Jewel Cichlid – Habitat, Care, Feeding, Tank Mates, Breeding
Jewel cichlids (Hemichromis bimaculatus) are a special group of cichlid fish that come from Africa. Their distinctive feature is the bright, fluorescent colors on their bodies and attractive appearance.
They are certainly amongst the most popular fish species for home tank owners, but keeping them can prove to be a challenge. Despite their attractive appearance, their aggressive behavior can prove too much for beginners.
The appeal for these fish is understandable. There are many tank owners who crave to own this fish species. But, managing them effectively can be especially challenging due to their behavior, which can be aggressive sometimes.
These fish are known for being very territorial, as they will establish their own space in the tank. However, if managed properly and if given enough space, this fish can be a jewel. I would not recommend this fish for beginners strictly, although you can still own it very well with some research.
In this article, I’ll give you everything you need to know about jewel cichlids. We’ll talk about their behavior, their breeding, tank mates, food and diet, their tank requirements, and how you should set up the tank. Let’s get started.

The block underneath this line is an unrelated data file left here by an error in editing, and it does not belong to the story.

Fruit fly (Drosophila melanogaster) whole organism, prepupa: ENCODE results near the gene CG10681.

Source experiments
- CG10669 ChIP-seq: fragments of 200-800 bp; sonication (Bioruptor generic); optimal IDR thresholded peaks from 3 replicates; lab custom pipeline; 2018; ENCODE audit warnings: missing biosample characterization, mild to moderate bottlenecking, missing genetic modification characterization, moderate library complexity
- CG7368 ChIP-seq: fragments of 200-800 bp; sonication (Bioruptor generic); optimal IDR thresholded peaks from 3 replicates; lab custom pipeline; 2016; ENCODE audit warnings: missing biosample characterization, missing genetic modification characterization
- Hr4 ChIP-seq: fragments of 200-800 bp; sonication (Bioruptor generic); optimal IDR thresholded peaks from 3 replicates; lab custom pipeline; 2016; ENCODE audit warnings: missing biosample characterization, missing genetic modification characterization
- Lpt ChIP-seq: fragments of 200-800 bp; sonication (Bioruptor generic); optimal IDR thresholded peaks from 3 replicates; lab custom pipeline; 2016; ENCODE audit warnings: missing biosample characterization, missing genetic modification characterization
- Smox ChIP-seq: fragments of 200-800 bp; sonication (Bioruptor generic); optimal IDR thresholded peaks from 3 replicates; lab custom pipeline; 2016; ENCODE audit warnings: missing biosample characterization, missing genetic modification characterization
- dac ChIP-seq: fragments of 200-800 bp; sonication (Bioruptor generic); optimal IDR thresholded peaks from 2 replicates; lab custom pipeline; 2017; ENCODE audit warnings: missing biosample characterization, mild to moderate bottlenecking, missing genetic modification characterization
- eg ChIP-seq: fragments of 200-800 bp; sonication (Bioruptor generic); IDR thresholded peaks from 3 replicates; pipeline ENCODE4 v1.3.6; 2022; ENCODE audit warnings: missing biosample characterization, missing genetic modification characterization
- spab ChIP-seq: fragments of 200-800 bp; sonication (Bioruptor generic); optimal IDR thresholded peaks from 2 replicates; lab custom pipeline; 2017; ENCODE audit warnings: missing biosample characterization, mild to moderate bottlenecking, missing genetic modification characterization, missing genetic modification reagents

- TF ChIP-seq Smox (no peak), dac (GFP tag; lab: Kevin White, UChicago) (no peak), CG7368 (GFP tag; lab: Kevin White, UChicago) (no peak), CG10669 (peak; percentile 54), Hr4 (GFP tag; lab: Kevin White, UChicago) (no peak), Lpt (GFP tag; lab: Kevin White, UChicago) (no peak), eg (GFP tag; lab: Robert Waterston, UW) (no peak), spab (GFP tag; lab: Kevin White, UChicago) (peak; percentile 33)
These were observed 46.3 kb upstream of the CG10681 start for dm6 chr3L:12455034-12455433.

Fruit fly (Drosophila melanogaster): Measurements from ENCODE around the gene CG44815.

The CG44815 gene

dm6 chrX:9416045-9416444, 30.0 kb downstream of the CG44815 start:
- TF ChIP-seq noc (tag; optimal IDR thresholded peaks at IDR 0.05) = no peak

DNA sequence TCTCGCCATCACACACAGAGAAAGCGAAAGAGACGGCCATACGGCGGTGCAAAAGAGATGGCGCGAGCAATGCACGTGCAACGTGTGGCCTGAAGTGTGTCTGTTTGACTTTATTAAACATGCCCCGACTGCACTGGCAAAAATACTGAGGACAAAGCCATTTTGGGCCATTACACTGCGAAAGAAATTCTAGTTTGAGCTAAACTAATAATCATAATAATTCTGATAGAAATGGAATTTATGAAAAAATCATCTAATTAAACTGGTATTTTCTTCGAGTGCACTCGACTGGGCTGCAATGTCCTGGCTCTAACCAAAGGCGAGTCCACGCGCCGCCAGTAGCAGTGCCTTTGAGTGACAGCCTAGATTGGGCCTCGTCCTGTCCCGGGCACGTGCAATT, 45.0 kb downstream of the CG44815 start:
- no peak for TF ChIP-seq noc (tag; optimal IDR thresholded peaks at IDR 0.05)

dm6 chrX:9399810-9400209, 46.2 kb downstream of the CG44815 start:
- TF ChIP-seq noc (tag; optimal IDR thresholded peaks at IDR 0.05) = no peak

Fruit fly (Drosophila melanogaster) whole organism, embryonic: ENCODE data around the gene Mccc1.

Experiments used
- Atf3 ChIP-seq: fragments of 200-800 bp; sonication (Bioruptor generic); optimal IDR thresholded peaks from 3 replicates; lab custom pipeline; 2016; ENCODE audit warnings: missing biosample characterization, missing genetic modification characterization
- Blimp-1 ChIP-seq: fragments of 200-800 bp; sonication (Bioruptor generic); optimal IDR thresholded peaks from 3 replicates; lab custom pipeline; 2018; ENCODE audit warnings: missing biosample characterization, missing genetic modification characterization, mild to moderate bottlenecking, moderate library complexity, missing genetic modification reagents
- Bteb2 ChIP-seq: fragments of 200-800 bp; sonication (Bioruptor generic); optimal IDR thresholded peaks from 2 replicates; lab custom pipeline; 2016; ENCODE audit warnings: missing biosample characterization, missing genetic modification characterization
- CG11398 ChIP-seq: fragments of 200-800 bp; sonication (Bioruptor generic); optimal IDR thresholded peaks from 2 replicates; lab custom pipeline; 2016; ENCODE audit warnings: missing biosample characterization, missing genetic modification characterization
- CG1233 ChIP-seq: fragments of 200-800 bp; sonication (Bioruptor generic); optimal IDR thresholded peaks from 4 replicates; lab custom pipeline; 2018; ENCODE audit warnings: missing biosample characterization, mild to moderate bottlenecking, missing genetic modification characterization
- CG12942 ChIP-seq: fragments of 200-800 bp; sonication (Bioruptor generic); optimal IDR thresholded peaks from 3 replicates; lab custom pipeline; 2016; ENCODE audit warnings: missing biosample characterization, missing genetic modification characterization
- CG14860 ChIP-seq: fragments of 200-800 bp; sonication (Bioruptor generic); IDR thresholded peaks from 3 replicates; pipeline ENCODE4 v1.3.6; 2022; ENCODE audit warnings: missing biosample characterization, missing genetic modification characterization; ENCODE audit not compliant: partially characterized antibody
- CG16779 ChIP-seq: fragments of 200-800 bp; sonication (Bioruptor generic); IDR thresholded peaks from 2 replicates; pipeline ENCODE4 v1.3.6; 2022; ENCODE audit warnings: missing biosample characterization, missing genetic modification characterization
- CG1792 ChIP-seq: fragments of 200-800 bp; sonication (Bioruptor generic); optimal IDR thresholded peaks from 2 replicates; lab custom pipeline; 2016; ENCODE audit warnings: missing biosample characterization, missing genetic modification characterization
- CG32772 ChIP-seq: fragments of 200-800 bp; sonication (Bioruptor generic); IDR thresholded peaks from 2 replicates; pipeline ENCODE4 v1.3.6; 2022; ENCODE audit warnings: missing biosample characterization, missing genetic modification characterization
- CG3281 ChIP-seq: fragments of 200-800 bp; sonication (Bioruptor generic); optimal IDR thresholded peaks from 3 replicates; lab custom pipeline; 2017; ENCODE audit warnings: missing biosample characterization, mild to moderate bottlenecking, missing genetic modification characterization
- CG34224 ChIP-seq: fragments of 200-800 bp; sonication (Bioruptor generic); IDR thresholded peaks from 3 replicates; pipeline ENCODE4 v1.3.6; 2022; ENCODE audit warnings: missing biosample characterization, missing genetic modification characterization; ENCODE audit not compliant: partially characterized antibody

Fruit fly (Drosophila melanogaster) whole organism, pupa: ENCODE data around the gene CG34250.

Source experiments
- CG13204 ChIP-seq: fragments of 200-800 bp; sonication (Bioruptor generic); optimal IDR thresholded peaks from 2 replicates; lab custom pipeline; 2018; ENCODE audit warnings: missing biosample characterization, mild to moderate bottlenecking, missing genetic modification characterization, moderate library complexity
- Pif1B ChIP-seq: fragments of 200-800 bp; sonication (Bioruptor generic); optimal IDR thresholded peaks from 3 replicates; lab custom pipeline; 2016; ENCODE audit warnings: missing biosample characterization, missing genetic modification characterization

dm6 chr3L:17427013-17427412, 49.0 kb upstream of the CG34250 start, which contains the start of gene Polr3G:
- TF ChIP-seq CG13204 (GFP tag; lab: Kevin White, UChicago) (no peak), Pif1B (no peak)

The hemichromis bimaculatus, or more commonly known as jewel cichlids, are a fish species that come from the cichlid family. As such, they are more keen on tropical conditions. They are perhaps one of the most well-known fish species to come out of Africa. Sometimes, these fish are also called the African jewelfish.
You will find these fish naturally in Africa, more specifically, in rivers, streams, and lakes. They are a freshwater species that like to swim around their habitat actively and even pursue other fish in order to achieve dominance in the habitat. But, in their natural environment, that can be easier said than done. They are often up against larger fish species, which is why they tend to be especially aggressive.
Most likely, you will find them near or on the bottom of muddy rivers and streams. They are bottom feeders, feeding on everything they might find on or around the bottom of the lake or river. Note that the temperatures, especially water temperatures in these areas tend to go above 75 degrees Fahrenheit most of the time, which you will have to replicate in your tank.
Knowing the natural habitat of these fish makes it easier for us to understand the fish and set up the tank appropriately.
Fish Tank Requirements
So now that we know the natural habitat better, we can try and create a tank environment for the jewel cichlid better. One thing you must know is that these fish will grow to about 12 inches in size, so you’ll have to adjust your tank accordingly. This dictates that you should have at least a 40-gallon tank for a single jewel cichlid, and significantly larger if you have several.